Anecdotal reporting indicates businesses and institutions are now starting to ditch landlines. Not quite the holiday message the major carriers wanted to hear.
Higher education has been one of the leaders in this trend, dumping phone systems left and right. Universities more and more don't have to support landlines in dorms, as students come to campus with cell phones and laptops in hand, but it's often overlooked that professors gain mobility and flexibility as well from switching to mobile technology. No legacy land lines means being able to economize on operational expenses.
USA Today says there are no national statistics available on how many of America's businesses have ditched landlines. Forrester Research estimates about 25 percent of businesses are starting to phase out desk phones, while more than 8 percent of "road warrior" employees nationwide only have cell phones, according to In-Stat.
Businesses are embracing the no-landline model because they can save money, but U.S. tax law has proved to be a bookkeeping burden (It's always the IRS, isn't it?). Since 1989, personal use of company cell phones has been viewed as extra compensation, meaning extra paperwork. The U.S. Chamber of Commerce wants the IRS to change the code so employees don't have to list personal calls.
Across the nation governments and businesses are experimenting with cutting the cord. City officials in Washington D.C. have started a pilot that will have 30 employees with government issued cell phones give up their desk phones. KLA-Tencor also is equipping 42 employees with only cell phones by early March. Needless to say, if trials go well, there could be a swift migration to phoneless desks to save money.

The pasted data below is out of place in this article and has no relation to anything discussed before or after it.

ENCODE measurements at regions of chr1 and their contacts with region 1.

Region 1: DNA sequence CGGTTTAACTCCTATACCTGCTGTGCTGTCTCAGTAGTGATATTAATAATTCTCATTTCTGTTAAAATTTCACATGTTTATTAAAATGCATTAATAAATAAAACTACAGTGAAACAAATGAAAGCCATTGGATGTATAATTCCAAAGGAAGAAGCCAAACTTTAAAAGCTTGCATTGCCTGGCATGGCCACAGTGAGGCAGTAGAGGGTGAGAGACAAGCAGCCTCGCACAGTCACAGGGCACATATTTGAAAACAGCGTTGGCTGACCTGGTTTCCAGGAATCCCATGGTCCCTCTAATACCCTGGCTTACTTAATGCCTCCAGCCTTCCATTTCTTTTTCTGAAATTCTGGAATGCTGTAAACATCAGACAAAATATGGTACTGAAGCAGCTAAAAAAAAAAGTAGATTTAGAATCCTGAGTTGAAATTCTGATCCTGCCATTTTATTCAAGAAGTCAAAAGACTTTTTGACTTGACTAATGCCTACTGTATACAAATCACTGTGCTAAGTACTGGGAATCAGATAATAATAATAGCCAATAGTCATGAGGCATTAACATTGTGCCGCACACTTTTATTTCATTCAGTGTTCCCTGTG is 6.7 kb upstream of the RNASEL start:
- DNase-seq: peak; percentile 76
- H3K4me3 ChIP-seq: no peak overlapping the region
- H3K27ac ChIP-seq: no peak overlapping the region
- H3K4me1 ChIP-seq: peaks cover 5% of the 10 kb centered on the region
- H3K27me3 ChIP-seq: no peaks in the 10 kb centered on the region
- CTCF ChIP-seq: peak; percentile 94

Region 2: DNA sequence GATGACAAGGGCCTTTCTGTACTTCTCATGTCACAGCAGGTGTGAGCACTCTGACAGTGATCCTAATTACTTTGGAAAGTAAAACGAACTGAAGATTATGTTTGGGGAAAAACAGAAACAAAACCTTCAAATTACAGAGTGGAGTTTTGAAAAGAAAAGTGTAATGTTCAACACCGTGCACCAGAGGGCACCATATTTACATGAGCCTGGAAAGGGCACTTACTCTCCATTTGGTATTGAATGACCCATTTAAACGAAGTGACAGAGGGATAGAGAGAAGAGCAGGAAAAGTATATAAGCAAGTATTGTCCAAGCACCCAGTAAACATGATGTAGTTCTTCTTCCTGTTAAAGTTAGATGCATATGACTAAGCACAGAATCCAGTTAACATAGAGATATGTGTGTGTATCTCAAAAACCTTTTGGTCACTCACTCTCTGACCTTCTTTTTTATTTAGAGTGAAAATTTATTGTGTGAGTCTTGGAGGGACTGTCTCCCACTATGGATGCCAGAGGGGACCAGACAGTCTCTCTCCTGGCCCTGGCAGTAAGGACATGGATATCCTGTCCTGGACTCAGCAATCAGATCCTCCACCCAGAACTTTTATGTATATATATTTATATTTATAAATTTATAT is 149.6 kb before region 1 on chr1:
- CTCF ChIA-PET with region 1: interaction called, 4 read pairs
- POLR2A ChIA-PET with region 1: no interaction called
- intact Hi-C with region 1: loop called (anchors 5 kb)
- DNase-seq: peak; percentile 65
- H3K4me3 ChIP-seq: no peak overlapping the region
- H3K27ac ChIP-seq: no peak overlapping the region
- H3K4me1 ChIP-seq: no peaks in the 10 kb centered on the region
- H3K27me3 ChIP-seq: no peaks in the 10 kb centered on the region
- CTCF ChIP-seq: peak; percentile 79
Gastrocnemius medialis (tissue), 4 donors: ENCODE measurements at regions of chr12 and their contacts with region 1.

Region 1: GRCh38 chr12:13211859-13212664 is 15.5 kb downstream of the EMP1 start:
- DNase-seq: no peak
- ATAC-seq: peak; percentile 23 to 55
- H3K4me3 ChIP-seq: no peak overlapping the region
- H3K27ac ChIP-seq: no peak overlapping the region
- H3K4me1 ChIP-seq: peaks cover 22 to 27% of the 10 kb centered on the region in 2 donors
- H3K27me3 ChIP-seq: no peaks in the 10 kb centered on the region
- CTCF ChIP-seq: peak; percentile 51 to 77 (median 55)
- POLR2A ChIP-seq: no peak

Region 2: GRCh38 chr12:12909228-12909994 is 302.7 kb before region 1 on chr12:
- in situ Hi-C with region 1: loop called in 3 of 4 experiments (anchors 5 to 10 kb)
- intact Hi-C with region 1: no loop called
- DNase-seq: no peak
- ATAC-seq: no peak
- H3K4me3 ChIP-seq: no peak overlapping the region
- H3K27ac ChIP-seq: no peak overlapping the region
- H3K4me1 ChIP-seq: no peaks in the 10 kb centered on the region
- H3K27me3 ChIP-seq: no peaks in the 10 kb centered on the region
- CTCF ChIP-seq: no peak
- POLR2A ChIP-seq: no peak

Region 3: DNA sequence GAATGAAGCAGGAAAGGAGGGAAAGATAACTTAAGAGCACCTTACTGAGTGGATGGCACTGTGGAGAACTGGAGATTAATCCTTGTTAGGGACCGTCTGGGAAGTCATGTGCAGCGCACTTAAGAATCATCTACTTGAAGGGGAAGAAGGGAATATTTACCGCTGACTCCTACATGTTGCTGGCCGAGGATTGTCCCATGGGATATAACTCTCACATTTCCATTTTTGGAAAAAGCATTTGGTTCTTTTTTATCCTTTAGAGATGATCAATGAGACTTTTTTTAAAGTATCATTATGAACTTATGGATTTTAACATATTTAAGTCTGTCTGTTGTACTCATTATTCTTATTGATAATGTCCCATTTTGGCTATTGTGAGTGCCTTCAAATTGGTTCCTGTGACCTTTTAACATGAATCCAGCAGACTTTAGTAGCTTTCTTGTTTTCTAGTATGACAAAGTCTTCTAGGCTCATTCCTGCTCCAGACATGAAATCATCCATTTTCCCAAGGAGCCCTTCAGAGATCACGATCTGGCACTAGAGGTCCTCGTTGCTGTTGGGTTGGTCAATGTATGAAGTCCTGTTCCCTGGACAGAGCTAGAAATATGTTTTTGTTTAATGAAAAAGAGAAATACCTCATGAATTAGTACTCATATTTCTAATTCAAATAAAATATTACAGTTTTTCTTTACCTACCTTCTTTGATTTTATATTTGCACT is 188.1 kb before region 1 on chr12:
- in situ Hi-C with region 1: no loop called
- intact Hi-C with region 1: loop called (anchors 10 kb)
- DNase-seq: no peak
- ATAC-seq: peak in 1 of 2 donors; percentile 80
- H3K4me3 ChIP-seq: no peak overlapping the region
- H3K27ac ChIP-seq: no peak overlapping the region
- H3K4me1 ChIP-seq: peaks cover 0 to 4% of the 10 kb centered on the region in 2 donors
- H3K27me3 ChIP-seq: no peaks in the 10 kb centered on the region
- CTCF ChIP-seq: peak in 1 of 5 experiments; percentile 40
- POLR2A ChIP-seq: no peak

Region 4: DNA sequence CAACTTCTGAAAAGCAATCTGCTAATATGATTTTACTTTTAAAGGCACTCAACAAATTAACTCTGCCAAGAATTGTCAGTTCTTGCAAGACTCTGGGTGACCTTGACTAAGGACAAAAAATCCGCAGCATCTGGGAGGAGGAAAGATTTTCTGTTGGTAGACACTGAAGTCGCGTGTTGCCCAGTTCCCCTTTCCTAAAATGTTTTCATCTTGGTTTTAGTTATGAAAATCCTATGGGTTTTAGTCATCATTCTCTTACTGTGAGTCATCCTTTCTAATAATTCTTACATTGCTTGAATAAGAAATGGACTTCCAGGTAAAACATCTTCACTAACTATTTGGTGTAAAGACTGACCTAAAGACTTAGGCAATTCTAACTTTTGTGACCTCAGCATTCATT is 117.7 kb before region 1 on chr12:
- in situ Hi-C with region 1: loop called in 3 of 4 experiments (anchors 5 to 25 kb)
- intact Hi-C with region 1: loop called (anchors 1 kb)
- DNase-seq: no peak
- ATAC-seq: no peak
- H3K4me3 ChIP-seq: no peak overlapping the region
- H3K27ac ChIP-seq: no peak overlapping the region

FierceTelecom would like to add some fuel to the fire: we've heard from a couple of sources that Sun Microsystems has been looking at a wholesale dumping of TDM-style landlines and handsets of all types (TDM and IP) throughout the company. Less operational expense, all those inventory issues, wiring closes, yadda-yadda would go away.
Mobile PBX company OnRelay has been continuously pounding the table that the corporate era of desktop handsets is coming to a close. We suspect they and other FMC/mobile UC companies such as Divitas Networks like this idea - a lot. Carriers, on the other hand...
- The USA Today piece providing evidence to make OnRelay and Divitas happy.
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